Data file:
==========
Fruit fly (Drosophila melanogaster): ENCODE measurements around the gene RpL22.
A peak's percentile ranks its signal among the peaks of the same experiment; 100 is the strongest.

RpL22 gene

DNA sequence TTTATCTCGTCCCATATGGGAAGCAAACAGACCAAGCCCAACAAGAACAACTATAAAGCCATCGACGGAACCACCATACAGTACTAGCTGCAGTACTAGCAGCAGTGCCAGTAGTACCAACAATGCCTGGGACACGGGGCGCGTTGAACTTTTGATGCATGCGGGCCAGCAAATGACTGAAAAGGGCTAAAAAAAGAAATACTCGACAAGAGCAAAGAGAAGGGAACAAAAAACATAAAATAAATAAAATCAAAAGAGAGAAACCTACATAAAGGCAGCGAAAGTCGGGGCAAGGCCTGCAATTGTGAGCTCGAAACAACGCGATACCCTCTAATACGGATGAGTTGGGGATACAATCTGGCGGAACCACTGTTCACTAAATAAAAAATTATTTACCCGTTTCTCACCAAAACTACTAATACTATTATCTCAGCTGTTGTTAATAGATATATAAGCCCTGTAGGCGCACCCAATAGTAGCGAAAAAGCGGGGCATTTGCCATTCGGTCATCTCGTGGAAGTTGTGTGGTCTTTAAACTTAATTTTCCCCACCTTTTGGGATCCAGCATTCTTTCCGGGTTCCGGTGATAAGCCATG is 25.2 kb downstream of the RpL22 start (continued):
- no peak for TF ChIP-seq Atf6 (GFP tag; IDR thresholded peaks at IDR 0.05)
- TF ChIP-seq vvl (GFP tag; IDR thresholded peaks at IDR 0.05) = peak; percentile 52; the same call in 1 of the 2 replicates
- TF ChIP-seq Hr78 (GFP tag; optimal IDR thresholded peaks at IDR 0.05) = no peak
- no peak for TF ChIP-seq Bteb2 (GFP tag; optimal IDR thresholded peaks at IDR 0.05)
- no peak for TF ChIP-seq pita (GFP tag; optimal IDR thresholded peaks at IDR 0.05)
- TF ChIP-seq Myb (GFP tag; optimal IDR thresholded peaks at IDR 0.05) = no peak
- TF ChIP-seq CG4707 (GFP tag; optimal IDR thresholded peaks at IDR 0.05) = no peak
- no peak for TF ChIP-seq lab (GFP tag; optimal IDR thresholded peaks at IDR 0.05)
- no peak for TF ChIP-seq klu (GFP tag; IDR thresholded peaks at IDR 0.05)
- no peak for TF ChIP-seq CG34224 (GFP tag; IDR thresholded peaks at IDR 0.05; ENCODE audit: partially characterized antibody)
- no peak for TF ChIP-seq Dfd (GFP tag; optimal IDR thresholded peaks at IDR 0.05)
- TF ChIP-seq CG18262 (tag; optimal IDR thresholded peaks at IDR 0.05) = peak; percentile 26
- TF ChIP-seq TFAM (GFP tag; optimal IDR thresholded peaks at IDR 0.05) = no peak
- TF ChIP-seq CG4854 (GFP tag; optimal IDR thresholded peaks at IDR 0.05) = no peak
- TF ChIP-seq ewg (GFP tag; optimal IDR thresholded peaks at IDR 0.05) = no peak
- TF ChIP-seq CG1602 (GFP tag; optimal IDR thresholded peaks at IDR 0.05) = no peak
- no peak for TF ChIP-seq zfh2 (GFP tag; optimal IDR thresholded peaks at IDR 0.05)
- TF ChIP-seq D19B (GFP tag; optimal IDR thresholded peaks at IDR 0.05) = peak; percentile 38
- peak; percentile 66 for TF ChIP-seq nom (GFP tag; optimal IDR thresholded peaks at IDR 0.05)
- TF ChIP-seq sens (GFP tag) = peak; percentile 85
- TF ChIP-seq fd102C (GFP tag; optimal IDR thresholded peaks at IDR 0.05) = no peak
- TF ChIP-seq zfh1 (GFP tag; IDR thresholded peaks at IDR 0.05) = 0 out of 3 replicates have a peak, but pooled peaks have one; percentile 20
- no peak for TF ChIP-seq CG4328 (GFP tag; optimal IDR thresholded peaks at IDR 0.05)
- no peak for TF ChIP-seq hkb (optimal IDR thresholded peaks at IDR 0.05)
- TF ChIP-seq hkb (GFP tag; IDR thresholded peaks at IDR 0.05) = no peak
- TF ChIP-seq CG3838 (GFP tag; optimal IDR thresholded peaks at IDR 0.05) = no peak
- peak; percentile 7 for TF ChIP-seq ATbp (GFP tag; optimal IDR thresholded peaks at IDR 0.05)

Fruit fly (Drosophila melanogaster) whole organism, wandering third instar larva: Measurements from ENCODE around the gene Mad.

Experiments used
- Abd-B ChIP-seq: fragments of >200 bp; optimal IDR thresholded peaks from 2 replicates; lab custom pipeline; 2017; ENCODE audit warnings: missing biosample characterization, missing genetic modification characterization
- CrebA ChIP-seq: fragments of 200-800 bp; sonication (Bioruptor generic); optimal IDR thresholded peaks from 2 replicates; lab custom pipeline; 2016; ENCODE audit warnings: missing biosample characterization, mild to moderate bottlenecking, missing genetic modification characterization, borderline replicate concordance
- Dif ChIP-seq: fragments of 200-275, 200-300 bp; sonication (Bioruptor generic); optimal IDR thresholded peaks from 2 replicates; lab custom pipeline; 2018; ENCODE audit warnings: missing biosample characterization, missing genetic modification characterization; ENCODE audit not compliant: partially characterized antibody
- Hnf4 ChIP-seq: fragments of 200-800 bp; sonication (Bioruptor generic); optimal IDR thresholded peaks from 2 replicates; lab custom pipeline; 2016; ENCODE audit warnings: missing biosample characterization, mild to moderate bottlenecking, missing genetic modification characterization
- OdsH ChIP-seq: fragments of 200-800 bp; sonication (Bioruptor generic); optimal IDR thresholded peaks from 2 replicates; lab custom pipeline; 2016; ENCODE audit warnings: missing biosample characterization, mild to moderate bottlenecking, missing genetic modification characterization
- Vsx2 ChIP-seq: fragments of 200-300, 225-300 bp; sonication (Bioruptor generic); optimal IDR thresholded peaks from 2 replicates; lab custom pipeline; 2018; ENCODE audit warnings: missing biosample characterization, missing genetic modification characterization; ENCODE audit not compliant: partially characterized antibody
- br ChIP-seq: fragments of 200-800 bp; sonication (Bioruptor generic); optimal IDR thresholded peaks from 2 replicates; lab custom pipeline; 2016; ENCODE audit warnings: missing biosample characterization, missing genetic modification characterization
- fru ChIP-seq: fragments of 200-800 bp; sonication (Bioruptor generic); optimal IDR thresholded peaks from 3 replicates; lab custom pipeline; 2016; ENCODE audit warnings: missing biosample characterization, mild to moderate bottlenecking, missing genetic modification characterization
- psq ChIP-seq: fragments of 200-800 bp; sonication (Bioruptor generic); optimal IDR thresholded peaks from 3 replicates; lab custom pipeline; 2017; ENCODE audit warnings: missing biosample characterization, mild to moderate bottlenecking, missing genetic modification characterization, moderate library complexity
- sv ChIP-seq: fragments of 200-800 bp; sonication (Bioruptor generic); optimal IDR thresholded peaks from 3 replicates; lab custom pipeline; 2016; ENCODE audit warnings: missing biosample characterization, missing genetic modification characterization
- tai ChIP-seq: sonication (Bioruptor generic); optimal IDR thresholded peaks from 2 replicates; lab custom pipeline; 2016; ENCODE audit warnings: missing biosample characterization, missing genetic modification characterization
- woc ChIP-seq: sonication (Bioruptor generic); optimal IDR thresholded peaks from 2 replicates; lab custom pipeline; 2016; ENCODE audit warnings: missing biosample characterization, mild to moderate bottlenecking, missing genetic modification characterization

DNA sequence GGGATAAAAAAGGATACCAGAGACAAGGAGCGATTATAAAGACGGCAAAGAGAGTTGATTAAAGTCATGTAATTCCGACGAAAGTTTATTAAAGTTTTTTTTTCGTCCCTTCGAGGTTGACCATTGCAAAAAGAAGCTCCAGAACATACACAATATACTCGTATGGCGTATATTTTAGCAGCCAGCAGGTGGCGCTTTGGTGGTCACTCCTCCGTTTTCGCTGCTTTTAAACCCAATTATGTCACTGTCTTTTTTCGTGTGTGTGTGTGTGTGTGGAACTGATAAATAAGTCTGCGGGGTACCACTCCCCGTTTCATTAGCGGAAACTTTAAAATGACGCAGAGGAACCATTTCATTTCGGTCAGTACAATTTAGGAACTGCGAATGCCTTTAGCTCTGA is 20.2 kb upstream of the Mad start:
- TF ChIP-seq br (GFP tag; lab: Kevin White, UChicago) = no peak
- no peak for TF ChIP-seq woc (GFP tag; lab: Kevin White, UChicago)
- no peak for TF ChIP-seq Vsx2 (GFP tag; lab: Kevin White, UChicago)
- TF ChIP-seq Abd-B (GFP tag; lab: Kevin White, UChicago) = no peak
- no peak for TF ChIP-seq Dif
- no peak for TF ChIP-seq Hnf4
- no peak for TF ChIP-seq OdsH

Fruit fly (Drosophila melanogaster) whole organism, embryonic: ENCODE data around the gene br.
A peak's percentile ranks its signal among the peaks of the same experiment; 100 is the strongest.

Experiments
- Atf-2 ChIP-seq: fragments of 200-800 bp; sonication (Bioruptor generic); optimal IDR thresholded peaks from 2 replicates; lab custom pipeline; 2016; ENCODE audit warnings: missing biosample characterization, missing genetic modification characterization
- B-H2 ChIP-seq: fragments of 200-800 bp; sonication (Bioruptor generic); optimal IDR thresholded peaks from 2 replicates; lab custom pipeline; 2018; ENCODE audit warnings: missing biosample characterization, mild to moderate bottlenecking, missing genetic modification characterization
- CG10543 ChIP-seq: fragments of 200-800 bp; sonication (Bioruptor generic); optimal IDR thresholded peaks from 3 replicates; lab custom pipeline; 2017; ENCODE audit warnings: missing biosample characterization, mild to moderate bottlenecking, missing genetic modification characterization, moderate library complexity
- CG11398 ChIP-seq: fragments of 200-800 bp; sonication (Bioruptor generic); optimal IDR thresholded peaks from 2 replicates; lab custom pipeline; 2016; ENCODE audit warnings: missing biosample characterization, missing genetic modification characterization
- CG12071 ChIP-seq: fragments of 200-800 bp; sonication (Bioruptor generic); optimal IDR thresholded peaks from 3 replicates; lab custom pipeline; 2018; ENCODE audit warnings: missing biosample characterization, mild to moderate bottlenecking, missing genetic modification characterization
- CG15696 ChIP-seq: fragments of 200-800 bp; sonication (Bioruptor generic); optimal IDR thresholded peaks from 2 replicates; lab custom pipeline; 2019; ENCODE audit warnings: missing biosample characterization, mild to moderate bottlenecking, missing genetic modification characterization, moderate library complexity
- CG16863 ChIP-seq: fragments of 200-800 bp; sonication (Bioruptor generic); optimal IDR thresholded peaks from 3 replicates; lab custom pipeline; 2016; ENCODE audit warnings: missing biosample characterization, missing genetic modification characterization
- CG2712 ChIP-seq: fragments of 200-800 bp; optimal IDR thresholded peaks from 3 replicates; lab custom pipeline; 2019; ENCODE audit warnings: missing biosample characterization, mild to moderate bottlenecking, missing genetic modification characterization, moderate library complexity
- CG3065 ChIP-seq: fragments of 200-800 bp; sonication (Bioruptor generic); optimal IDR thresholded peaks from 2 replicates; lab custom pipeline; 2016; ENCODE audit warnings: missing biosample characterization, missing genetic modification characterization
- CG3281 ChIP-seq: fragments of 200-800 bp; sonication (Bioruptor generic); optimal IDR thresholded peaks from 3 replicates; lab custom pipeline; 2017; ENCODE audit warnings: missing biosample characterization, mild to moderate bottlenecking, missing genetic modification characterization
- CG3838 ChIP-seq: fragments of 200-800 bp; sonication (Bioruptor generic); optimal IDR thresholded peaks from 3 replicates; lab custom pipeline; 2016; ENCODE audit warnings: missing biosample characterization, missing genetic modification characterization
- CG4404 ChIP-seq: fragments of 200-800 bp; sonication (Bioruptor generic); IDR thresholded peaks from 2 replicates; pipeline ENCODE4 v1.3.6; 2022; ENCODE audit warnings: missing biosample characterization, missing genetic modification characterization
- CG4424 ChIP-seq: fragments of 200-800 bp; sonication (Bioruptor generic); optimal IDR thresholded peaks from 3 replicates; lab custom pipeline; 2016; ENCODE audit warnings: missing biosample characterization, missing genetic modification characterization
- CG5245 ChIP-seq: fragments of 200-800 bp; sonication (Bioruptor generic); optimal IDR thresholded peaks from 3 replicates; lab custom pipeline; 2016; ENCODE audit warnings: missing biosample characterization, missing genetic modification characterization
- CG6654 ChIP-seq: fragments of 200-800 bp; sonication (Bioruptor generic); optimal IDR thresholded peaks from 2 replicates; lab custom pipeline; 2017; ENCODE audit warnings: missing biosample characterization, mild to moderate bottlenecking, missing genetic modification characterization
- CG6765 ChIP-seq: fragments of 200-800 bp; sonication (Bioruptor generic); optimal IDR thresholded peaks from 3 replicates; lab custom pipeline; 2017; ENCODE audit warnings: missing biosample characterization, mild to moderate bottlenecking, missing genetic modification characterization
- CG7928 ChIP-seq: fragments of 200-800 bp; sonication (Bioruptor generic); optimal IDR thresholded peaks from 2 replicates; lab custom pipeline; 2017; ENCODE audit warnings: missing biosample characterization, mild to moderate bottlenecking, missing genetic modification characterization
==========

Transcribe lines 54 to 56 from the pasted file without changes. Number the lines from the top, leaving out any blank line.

Fruit fly (Drosophila melanogaster) whole organism, embryonic: ENCODE data around the gene br.
A peak's percentile ranks its signal among the peaks of the same experiment; 100 is the strongest.

Experiments